I'm sorry but I disagree, although they have the gene of a wild cockatoo, mine are domestic hand raised birds.
The wild cannot be removed from our cockatoos. They are genetically designed to mate. Being hatched and handfed in captivity does nothing to alter the natural urge to mate. Male Toos have hormones and female Toos have hormones. These hormones are present and mating is innate. Just as with humans if mating cannot occur frustration over not being able to mate can lead to neurotic behavior or personality disorders. Just as you and I have the urge to mate so do cockatoos. Cockatoos have the urge to eat, drink, escape the elements, avoid pain and mate. Domestic hatch doesn't take away any of the innate needs.
Toos find 'mates' in humans sometimes. This is a real tragedy as they cannot mate or be a mate with a human and many toos don't do well even with other toos of their same species due to the tragedy of human imprinting by handfeeding and being raised to be a pet.
Petting and stroking a cockatoo is sending them a message of sexual bonding. Heavy breathing can occur with various cluck sound vocalizations and unusual posturing. This is instinct but then it backfires as when they cannot fulfill the pattern of courting, mating, copulation, laying eggs and incubating, feeding chicks until fledge it can lead to neurosis or psychosis and self mutilation.
Think of it like this; how would any human especially a male deal with not having access to his romantic inclination and acts at all. Think of the frustration, anger and change in personality due to not being able to fulfill an innate need. Then think of someone 'teasing' him in this area while not having access....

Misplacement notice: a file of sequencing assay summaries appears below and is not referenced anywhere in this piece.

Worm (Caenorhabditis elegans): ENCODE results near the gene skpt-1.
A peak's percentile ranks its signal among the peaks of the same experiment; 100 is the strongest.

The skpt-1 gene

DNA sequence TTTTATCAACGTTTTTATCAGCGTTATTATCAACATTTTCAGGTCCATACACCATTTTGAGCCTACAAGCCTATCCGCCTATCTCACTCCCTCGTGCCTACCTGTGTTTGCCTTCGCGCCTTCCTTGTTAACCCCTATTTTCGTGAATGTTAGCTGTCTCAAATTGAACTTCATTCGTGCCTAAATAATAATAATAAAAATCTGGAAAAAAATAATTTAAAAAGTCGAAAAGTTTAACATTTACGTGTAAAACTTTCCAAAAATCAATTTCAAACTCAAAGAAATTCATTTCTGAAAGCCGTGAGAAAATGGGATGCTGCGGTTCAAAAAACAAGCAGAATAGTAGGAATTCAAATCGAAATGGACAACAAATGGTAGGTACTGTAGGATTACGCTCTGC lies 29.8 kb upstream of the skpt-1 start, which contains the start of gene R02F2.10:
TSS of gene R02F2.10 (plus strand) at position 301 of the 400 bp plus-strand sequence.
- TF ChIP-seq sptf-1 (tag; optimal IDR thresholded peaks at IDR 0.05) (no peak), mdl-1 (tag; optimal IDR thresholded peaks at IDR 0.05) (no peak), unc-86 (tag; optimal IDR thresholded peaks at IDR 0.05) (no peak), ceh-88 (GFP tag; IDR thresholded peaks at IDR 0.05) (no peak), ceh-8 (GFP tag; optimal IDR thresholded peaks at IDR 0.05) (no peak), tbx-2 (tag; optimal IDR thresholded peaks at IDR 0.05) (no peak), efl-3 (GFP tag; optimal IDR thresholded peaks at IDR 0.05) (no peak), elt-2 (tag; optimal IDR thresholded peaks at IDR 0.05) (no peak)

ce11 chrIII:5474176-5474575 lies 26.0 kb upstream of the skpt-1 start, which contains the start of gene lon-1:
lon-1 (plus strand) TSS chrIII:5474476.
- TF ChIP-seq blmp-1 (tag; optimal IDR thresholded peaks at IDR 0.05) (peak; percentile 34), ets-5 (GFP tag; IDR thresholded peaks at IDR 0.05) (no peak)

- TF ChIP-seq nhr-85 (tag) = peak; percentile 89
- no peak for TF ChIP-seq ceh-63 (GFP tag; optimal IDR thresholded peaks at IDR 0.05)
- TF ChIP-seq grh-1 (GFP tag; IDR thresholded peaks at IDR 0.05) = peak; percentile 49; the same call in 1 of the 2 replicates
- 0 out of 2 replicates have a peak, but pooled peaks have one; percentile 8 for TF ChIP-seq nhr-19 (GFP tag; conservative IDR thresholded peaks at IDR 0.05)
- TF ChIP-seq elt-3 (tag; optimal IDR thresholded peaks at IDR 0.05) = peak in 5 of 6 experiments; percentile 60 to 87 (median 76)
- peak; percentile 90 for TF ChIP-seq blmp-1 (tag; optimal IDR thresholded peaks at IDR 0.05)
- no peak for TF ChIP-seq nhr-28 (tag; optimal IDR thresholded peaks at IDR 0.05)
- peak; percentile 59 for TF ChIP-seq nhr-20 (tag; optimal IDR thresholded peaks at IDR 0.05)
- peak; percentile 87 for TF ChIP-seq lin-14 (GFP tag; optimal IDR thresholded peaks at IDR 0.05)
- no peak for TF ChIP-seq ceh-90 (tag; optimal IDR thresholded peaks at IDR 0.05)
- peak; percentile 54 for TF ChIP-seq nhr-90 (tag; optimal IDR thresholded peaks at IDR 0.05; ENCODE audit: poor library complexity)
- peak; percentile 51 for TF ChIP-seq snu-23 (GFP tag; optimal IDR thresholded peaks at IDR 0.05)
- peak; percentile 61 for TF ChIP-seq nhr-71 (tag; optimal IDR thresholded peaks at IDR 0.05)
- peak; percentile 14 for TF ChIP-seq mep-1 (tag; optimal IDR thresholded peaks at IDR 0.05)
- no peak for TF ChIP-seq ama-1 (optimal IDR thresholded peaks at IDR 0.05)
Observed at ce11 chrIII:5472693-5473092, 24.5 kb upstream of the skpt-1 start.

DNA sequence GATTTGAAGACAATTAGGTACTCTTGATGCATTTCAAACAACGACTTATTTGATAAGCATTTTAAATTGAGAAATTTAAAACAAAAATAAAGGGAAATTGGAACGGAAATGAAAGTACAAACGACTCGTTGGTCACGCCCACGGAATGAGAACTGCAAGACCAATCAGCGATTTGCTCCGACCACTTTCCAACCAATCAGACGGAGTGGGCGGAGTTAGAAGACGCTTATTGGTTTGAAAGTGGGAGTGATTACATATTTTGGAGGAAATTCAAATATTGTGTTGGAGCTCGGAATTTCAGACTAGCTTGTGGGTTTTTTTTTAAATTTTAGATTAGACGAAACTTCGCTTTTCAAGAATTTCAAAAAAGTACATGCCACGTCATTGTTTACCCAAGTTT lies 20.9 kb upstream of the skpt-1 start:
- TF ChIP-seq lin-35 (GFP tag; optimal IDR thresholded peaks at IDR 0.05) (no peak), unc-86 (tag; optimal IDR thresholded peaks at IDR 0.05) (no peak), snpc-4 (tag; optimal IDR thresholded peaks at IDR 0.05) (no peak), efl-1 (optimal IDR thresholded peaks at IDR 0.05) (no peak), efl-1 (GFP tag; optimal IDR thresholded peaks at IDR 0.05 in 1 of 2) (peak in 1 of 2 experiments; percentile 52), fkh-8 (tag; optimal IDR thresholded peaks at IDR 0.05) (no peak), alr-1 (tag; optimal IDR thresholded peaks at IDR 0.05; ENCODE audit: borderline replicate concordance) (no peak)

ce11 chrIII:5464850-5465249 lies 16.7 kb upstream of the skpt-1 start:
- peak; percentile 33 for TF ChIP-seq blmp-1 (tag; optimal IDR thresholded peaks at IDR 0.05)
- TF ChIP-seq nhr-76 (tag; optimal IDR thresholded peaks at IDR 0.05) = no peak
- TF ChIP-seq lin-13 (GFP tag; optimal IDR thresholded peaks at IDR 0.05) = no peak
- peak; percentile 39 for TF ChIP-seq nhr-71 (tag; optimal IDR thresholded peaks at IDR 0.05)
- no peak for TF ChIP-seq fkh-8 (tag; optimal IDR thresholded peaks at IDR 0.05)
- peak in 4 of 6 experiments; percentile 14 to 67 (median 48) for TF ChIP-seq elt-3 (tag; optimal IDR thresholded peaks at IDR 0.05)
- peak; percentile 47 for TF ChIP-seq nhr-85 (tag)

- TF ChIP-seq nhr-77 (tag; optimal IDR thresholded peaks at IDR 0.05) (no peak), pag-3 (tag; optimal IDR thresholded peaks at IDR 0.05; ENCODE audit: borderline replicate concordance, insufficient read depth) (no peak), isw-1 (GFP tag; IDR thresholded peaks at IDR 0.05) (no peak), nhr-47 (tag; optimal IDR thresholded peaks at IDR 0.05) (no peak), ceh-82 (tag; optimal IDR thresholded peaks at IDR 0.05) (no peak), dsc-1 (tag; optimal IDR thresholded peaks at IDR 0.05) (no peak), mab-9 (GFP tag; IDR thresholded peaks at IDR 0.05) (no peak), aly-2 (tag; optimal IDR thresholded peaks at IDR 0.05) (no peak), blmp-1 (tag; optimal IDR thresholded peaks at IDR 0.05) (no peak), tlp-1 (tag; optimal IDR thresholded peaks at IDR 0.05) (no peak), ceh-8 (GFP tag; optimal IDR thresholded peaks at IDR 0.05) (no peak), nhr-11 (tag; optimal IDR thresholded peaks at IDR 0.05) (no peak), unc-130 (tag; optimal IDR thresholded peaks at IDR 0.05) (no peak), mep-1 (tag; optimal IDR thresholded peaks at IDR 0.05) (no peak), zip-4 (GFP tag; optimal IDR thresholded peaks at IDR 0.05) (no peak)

The innate needs of eating, drinking, escape from the elements, avoid pain and mating are present fully in our captive hatched cockatoos.
If any owner of any cockatoo 'teases' either knowingly or unknowingly this gets the Too started and then when it cannot be completed the Too can become a chronic screamer, chronic biter, self mutilation, neurotic behavior such as head bobing, making circles with the head, slashing the beak in the air and more.
A cockatoo kept busy each day outside of cage playing with toys, able to rip and shred safe things apart, able to vocalize in the AM and PM, the use of forage feeding toys gets a too tired and played out, and a played out too is a happy too. Toos kept busy are less likely to become 'problem toos', sleep better, eat better as in they are less fussy, and have a good outlet for energy. They were designed to fly, pair up, mate and forage (work) for food. When one of these cannot be met the others must be upped in order to reduce the urge for the one not being able to be met.
So provide lots of time out of cage, lots of cockatoo safe toys, safe toys and other for shredding and tearing, interaction which promotes safe physical activity - exercise, lots of really cool forage feeders and toys available many dishwasher safe to get them working with their minds and body to get their food.
It really doesn't matter what you or I or anyone thinks or agrees or disagrees with as biology is biology and domestic hatched toos retain all the innate instincts. Not one of them magically disappears upon being hatched in captivity. Also our toos are not domesticated. They are wild birds living in captivity or captive wildlife.
Domestication means selective intentional breeding of an animal to remove undesirable traits and make the animal more suitable for living in captivity. Parrots are not domesticated. Never have been and never will be. Any animal be it a parrot, lion, tiger, snake or shark is not domesticated just because it was born or hatched in captivity.